This setting was simulated for 100 days. After this period, we compared the output of two common reputation systems - the Beta Reputation System and a reputation system computing a simple average - to the visual representation of our software. The Beta Reputation System (BRS) uses the beta probability density function (beta PDF) to derive a reputation value. Result is a reputation score that is described in a beta PDF parameter tuple (α, β), where α represents positive and β represents negative ratings [30]. In contrast to the simple average, the BRS includes a forgetting factor that discounts referrals based on their age. This difference makes the selection of those two systems particularly interesting, since both computation models have their weaknesses which can be mitigated by a visual representation. For the forgetting factor we set λ=0.95 and chose a weight of w=1 for each referral. The resulting reputation values were normalized to the interval of [−1;1] to make them comparable.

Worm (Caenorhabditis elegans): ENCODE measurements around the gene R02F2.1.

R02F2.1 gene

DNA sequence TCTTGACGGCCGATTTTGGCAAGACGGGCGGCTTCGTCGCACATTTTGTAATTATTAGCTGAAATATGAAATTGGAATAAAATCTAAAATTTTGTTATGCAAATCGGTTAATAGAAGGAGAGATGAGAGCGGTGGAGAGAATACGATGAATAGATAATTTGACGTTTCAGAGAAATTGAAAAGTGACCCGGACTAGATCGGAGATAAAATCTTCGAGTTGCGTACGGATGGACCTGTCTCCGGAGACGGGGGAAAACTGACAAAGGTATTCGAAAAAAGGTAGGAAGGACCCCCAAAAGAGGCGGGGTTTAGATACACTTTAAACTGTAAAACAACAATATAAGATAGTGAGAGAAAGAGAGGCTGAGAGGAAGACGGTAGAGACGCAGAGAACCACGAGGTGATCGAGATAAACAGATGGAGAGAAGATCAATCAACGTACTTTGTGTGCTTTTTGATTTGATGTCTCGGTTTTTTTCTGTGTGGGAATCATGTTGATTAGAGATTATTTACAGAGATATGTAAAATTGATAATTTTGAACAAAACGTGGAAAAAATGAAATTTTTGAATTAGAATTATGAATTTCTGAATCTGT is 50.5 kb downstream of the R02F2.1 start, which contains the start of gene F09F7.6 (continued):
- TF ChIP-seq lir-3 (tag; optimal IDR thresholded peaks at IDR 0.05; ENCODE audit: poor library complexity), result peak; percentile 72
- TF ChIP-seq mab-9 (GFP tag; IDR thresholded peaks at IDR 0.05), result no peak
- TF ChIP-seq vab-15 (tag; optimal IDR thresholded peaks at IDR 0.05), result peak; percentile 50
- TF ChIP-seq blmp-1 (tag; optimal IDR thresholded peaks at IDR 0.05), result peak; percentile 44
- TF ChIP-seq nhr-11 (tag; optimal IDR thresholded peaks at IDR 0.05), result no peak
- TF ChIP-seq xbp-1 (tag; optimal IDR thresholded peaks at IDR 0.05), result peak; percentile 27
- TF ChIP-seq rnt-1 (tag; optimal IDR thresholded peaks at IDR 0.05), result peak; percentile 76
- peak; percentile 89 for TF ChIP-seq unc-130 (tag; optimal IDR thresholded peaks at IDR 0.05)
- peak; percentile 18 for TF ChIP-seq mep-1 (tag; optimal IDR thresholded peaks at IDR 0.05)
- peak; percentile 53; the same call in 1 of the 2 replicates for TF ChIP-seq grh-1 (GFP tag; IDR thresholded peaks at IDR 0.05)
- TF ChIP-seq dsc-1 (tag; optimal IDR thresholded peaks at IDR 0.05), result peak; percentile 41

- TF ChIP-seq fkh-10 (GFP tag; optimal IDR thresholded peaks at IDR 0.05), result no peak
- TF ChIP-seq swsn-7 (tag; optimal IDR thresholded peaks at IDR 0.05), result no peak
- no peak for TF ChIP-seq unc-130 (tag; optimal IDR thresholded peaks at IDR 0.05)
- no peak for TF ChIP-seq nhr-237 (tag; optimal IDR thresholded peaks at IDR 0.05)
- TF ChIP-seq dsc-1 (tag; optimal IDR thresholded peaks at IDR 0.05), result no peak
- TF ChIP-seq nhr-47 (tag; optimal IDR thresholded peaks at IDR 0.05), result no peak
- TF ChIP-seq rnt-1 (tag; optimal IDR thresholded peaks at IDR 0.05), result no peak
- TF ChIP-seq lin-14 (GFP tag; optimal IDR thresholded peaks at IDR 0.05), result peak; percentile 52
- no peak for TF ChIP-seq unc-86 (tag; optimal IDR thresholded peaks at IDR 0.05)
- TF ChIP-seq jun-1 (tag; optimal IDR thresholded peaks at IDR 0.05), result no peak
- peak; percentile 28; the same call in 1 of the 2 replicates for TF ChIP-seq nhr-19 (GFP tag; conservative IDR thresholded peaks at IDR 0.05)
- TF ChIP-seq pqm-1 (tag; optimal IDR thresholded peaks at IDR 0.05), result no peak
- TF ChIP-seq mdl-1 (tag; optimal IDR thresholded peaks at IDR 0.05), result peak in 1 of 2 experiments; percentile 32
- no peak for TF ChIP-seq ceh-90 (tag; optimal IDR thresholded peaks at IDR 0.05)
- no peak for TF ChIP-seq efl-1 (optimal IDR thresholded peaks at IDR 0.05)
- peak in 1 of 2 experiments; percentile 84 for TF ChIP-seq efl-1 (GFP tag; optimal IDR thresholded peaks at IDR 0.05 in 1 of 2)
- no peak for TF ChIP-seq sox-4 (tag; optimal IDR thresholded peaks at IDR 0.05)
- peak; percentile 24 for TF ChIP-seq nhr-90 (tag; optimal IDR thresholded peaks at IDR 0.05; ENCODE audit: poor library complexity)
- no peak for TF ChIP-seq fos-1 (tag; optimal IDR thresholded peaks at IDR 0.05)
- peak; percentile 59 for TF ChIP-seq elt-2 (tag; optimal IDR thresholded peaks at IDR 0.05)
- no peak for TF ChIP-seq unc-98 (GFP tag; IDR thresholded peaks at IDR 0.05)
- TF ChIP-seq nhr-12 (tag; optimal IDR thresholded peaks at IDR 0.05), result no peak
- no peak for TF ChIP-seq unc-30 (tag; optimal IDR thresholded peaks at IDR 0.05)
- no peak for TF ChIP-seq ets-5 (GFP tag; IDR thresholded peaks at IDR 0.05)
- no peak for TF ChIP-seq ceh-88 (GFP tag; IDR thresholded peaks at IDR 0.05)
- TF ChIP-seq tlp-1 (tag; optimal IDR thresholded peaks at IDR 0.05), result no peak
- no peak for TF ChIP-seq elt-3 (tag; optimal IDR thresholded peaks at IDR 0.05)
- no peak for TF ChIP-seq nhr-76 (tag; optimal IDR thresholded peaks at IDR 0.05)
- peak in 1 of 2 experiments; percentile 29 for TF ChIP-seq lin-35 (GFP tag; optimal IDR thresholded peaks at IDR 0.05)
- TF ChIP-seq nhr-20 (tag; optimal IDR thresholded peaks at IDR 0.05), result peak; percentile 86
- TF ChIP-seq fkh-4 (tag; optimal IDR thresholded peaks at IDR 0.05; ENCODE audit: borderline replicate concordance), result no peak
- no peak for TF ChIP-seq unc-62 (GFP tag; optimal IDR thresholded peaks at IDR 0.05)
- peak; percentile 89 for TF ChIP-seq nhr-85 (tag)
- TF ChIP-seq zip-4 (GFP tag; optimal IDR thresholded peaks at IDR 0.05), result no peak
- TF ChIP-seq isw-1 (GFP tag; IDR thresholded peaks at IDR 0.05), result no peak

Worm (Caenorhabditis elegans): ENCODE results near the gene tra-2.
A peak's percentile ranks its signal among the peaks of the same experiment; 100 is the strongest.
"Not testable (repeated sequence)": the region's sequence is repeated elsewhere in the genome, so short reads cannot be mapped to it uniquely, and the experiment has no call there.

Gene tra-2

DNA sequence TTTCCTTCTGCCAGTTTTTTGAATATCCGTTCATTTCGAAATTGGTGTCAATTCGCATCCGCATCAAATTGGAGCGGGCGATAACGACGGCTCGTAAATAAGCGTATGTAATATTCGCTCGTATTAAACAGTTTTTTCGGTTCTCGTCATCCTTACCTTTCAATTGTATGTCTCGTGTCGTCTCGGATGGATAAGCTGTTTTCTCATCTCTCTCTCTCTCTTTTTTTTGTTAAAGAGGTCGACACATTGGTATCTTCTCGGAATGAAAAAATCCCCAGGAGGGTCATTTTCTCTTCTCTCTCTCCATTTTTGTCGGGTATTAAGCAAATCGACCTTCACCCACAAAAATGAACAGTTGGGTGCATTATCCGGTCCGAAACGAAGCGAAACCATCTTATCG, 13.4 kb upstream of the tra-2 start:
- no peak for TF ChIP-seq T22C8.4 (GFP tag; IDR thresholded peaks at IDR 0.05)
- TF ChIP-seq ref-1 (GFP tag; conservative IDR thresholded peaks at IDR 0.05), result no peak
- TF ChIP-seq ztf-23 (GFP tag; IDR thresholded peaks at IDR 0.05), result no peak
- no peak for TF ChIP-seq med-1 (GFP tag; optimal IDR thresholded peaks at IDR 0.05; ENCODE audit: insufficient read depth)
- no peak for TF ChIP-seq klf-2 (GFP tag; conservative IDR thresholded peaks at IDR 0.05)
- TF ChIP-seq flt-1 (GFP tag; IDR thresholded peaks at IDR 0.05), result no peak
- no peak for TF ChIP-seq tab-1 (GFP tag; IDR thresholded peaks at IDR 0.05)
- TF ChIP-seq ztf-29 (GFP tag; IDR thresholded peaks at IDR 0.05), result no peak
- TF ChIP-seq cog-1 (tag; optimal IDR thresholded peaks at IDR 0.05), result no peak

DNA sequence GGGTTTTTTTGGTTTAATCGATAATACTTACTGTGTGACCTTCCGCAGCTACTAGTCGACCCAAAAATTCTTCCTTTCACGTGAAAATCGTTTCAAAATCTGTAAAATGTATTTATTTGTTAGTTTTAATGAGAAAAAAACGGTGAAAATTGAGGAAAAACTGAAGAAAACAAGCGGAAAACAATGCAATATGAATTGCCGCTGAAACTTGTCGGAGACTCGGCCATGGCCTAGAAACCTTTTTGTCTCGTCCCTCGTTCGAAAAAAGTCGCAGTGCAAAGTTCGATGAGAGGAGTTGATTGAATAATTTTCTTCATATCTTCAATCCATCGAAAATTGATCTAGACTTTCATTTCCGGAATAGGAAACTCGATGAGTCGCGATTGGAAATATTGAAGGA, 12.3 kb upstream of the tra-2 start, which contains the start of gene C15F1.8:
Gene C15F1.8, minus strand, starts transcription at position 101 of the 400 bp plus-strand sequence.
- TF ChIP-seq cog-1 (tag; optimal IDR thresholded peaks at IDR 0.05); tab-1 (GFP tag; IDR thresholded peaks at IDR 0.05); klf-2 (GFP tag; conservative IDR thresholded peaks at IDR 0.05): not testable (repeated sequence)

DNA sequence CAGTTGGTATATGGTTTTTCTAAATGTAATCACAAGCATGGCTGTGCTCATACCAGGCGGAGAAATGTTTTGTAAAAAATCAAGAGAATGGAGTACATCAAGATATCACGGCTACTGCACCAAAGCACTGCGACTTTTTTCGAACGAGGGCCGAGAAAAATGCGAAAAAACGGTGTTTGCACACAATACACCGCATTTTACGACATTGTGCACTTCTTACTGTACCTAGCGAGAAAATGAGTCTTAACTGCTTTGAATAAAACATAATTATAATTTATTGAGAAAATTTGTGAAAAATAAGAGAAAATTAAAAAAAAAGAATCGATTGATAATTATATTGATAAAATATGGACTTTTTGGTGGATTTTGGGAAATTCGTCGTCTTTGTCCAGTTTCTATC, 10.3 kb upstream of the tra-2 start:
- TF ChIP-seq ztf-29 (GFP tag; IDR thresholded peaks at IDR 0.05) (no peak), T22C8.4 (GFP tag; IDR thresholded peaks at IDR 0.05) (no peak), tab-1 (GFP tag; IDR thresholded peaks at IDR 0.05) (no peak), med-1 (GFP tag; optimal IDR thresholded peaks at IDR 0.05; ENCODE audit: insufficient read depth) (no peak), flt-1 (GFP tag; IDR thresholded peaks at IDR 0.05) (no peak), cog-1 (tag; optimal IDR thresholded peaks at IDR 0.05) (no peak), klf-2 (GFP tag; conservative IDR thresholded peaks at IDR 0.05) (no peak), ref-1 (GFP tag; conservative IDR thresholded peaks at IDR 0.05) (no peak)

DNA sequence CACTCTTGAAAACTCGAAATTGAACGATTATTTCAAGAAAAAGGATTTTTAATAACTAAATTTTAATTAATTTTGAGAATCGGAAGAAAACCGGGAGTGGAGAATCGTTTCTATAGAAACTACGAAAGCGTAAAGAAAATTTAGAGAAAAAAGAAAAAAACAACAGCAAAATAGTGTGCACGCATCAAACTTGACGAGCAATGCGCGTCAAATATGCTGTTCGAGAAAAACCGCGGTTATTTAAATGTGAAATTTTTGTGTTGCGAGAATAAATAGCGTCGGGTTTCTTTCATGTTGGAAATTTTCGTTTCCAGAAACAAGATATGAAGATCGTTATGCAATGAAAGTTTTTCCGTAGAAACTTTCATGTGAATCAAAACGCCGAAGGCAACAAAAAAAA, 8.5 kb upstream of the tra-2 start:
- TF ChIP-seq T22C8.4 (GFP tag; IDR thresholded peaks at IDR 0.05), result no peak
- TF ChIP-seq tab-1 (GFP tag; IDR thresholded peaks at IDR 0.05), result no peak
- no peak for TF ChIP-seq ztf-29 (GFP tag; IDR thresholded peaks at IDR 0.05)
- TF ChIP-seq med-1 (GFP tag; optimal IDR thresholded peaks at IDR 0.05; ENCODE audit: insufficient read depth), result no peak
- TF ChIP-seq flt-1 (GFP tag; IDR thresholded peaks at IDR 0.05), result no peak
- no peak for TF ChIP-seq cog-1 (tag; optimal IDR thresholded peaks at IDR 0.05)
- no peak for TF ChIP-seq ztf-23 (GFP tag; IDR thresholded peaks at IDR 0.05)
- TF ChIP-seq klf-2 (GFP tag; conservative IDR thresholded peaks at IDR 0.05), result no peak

Case 1: The Playbook

A malicious seller implementing a Playbook tries to maximize his profit by employing a cheating strategy that bases on a sequence of actions (see Table 1). Attackers would have a “book” of different plays which allows them to dynamically decide which actions to apply [3]. Though playbooks are an attack toward reputation systems, they are not necessarily unethical as pointed out in [5]. Generating oscillation in a company’s reputation is often also used by commercial players.

To demonstrate a Playbook, we simulated a simple attack where the malicious seller first acts honestly to build a high reputation. After a specific time, he “milks” his high reputation by providing low quality products or services under low production costs. Exceeding a defined threshold value or time-frame, he changes his behavior and acts honest again. This sequence of actions could be implemented in an infinite loop [5]. In our simulation, the malicious seller acts honest for 20 days, then he starts cheating for four days. Due to a reputation lag of four to five days, he will act honest again before buyers recognize him to cheat. This sequence is repeated over the entire time. In each period, the transactions were randomly spread with an average of 10 transactions per day. Table 3 shows the reputation values calculated for this profile after 100 days.
Table 3

Reputation values calculated by the BRS and the simple average

Reputation system/model